SEATTLE (AP) — Seattle Storm forward Breanna Stewart has been announced as the WNBA MVP after a season where she finished second in scoring and led Seattle to the best record in the league.
Stewart was given the award Sunday prior to Seattle opening its best-of-five semifinal playoff series against Phoenix. Stewart finished with 372 total points in the voting, easily outpacing Dallas’ Liz Cambage, who finished second with 231 points. Stewart received 33 of 39 first-place votes.
Washington’s Elena Delle Donne finished third in the voting and Los Angeles’ Candace Parker was fourth.
”I think each award I’ve won for its respective level means a lot, but to be the MVP of the WNBA, the best league in the world, it’s at the top,” Stewart said before Game 1. ”And to do it with this franchise, this team, my teammates I couldn’t have imagined it any other way.”
Stewart was the league’s rookie of the year in 2016, but had her finest professional season this year. She averaged 21.8 points and 8.4 rebounds as Seattle went 26-8 in the regular season. She had 22 games of 20 or more points scoring.
Stewart, who earlier this month was announced as the AP Player of the Year, is the second Seattle player to win MVP. Lauren Jackson was named MVP three times in her career.
Stewart said it’s been a transformative year for her, beginning with the revelation late last year she was sexually abused as a child. She has partnered with RAINN (Rape, Abuse and Incest National Network) to raise awareness and has met with members of the King County Sexual Assault Resource Center.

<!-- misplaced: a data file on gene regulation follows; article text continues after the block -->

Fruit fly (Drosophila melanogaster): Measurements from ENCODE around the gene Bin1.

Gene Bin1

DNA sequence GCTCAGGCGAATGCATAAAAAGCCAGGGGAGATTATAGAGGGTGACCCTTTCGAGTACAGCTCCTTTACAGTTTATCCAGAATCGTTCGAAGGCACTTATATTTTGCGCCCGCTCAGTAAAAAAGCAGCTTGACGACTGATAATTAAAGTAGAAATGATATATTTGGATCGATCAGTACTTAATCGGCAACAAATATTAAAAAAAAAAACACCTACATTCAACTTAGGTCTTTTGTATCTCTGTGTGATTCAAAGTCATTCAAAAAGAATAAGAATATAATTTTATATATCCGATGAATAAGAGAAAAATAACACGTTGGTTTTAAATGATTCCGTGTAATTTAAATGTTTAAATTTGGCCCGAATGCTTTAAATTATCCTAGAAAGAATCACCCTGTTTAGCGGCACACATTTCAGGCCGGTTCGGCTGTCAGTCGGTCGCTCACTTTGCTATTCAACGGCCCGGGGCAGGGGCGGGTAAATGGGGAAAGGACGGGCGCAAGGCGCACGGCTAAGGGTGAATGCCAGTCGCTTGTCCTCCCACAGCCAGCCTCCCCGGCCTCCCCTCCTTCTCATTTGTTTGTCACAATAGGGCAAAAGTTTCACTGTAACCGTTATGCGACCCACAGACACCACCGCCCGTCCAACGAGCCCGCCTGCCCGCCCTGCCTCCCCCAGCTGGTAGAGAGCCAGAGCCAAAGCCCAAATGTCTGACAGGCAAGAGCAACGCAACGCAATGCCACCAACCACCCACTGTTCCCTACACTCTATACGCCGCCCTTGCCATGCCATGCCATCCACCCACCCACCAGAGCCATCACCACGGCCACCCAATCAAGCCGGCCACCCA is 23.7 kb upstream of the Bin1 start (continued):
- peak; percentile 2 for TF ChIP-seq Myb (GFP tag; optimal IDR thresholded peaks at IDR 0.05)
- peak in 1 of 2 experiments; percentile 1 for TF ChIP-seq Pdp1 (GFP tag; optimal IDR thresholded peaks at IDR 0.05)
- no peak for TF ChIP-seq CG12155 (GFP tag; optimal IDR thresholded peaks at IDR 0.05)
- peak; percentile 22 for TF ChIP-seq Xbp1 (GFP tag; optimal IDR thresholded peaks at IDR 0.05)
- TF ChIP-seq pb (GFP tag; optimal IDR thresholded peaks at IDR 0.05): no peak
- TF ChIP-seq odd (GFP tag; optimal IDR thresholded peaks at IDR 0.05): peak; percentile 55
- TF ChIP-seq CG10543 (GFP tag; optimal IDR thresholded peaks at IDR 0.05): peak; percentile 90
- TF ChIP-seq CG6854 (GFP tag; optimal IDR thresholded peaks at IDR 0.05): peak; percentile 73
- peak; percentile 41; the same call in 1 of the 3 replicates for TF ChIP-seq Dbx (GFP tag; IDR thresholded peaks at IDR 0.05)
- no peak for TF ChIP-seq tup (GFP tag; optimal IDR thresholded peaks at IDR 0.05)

”This year was made possible by going through really hard things. It’s been the story of my life,” Stewart said. ”Any successes along the way was made possible by people lifting me up through struggles and by me having the courage and focus to turn my pain into fuel.”
Her latest cause is voter registration. Stewart had custom shoes created for Game 1 in an effort to draw attention to getting young voters registered for the upcoming November elections.
”This year in particular for me is a story of transformation and introspection,” Stewart said. ”From #MeToo to equality, finding my voice and elevating my game became intertwined in my journey. My hope is as a country we can do the same thing.”
Natasha Howard was given the league’s most improved award and Sue Bird received the Kim Perrot Sportsmanship award also on Sunday before the game.